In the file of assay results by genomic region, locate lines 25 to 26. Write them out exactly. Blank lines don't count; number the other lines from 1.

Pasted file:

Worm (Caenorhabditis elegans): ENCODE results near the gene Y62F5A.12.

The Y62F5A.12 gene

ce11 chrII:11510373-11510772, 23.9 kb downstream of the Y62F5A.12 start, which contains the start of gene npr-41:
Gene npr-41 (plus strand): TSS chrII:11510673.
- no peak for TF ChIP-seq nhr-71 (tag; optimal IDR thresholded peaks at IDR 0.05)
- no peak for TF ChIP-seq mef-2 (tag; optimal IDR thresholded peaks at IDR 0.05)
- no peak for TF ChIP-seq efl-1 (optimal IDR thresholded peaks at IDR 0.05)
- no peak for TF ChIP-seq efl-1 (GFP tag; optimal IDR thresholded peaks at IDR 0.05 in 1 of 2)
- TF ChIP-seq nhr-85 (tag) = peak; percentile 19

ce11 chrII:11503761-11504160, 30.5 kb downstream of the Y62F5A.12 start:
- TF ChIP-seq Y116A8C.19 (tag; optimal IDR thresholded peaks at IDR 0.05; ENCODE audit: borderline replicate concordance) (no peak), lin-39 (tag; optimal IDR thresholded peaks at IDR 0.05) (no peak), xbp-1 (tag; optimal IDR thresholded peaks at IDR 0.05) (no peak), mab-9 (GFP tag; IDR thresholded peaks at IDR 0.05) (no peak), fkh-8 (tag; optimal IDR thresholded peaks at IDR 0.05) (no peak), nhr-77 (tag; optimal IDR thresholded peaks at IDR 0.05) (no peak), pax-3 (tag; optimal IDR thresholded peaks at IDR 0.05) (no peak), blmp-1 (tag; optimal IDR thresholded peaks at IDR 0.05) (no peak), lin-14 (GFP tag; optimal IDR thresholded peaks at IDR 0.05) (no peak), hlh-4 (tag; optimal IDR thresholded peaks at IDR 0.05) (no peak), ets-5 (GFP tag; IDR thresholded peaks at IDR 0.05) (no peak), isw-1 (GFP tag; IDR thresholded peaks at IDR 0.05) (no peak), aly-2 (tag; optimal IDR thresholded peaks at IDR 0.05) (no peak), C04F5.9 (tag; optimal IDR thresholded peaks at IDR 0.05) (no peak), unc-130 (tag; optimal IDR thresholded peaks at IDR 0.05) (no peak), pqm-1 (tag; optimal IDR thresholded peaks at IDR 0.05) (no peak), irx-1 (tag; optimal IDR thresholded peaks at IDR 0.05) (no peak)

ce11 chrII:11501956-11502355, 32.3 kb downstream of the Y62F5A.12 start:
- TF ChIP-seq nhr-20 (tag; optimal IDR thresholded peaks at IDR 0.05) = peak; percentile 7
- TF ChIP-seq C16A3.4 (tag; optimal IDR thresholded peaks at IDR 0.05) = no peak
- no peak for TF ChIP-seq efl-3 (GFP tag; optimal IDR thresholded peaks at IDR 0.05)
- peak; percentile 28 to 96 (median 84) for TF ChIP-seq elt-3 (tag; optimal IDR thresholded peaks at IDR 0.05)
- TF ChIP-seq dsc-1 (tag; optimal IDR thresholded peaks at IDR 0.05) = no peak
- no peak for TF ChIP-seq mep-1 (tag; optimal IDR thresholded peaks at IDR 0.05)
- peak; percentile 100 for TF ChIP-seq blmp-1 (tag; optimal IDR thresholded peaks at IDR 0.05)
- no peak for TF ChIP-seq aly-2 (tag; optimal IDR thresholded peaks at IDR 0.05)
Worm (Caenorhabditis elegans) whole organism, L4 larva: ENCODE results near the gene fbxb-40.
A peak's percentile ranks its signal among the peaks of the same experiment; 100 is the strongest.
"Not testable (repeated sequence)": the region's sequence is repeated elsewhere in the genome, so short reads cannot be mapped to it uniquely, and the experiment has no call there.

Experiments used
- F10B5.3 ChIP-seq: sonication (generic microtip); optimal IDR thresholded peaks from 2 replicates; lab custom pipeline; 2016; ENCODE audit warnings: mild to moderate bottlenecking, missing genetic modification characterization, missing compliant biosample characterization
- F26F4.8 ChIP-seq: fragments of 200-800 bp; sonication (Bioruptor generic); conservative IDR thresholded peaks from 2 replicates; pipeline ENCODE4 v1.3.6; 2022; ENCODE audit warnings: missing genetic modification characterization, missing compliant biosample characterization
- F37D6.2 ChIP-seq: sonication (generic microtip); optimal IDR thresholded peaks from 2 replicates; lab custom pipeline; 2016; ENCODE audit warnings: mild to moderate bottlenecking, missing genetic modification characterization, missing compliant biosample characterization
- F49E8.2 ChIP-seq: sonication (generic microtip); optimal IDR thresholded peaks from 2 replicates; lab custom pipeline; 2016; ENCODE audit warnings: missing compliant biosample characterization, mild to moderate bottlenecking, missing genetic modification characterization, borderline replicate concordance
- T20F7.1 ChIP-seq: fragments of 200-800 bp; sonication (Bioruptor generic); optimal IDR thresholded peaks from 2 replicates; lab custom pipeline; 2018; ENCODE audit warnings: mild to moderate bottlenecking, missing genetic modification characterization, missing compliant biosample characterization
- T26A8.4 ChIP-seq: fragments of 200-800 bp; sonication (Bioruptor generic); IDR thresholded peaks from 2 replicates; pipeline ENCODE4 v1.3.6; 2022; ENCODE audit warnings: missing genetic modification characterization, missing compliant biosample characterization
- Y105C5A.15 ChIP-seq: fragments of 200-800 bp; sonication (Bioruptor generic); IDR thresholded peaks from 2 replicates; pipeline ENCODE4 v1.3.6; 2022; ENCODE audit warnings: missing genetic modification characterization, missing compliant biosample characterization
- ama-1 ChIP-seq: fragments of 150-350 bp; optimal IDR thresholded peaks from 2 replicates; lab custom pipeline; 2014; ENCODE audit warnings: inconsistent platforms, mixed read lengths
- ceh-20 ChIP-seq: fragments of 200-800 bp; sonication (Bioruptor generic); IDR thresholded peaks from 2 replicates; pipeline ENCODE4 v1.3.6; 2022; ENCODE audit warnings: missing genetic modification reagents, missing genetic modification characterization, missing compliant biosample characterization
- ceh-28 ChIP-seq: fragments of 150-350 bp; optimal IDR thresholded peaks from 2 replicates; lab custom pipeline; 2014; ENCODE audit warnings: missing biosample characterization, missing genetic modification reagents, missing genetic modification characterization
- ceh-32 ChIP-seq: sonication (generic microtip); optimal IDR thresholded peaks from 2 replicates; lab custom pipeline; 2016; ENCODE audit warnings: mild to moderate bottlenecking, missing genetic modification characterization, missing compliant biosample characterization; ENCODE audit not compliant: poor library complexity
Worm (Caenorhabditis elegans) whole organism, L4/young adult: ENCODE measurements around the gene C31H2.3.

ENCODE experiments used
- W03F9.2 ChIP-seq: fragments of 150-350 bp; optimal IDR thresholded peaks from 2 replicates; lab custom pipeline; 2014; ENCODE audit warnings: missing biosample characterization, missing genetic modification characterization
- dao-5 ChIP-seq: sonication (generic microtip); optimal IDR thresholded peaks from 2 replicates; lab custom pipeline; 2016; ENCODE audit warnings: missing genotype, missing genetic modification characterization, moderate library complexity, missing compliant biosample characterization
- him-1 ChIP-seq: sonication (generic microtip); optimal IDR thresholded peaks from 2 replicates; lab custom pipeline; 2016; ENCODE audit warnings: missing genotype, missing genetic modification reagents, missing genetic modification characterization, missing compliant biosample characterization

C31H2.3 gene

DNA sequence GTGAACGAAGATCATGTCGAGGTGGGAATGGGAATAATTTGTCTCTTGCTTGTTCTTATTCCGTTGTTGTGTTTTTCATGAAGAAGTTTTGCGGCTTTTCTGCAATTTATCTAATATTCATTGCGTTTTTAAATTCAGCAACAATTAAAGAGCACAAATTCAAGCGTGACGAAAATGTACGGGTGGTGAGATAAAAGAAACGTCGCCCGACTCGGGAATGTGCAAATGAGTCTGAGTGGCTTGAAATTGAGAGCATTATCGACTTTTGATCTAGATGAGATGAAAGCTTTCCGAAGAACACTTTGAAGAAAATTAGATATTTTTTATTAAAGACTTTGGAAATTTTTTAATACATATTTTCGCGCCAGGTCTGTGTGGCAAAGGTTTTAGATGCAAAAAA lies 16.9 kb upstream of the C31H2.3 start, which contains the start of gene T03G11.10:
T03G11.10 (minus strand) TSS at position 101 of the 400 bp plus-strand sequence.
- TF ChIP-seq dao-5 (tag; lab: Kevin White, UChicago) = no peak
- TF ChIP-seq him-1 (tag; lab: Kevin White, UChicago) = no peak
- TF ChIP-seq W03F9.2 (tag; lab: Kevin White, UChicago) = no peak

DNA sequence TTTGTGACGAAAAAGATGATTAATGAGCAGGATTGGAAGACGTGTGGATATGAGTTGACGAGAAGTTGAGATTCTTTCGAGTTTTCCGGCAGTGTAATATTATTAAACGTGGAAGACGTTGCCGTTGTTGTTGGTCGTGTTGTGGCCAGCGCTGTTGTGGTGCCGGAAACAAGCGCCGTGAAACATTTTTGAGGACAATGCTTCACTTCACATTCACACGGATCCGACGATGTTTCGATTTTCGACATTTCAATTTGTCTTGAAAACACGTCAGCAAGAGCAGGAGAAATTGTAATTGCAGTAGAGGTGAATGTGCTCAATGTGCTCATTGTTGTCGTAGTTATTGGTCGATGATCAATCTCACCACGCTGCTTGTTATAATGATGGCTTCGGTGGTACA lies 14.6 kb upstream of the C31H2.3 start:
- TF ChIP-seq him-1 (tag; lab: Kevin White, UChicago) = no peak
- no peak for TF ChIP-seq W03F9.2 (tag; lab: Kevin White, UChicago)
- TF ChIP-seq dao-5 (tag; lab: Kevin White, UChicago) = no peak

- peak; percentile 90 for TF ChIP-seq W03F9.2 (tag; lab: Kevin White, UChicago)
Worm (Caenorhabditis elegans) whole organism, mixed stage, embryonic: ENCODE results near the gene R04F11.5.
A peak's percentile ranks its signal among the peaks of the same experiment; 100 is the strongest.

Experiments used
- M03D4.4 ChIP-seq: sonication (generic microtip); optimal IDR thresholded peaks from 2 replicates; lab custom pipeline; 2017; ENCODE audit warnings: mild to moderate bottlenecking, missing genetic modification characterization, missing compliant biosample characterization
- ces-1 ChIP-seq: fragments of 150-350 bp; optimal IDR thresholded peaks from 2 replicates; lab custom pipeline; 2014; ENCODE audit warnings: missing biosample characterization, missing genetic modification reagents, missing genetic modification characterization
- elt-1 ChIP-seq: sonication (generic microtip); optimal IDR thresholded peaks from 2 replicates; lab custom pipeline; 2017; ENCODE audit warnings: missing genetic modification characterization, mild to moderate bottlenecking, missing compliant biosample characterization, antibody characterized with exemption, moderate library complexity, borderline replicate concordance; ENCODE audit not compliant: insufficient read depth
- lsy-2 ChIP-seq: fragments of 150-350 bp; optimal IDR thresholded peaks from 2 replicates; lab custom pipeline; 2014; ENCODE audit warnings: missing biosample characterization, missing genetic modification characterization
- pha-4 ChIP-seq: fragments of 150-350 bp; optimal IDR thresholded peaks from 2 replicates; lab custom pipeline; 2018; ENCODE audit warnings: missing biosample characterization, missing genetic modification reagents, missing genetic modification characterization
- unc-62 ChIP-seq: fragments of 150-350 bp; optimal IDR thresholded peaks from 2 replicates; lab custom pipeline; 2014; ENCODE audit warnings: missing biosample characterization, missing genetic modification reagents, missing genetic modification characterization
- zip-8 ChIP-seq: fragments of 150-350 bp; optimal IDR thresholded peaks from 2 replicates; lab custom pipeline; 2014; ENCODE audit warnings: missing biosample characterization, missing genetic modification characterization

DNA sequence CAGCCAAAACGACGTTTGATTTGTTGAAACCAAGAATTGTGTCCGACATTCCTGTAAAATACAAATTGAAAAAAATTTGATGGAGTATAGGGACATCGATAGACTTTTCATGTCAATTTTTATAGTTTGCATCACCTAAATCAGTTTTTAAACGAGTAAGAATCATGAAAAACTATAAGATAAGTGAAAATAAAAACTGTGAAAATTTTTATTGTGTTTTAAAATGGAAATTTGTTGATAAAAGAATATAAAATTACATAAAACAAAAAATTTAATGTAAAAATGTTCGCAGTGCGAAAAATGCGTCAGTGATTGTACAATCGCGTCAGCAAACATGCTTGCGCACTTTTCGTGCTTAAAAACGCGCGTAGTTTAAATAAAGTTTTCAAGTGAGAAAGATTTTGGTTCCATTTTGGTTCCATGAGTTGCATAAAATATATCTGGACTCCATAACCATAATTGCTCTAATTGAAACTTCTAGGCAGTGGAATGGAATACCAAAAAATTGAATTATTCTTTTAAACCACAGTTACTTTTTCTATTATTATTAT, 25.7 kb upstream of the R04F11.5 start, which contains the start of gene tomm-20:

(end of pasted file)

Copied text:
- F10B5.3 ChIP-seq: sonication (generic microtip); optimal IDR thresholded peaks from 2 replicates; lab custom pipeline; 2016; ENCODE audit warnings: mild to moderate bottlenecking, missing genetic modification characterization, missing compliant biosample characterization
- F26F4.8 ChIP-seq: fragments of 200-800 bp; sonication (Bioruptor generic); conservative IDR thresholded peaks from 2 replicates; pipeline ENCODE4 v1.3.6; 2022; ENCODE audit warnings: missing genetic modification characterization, missing compliant biosample characterization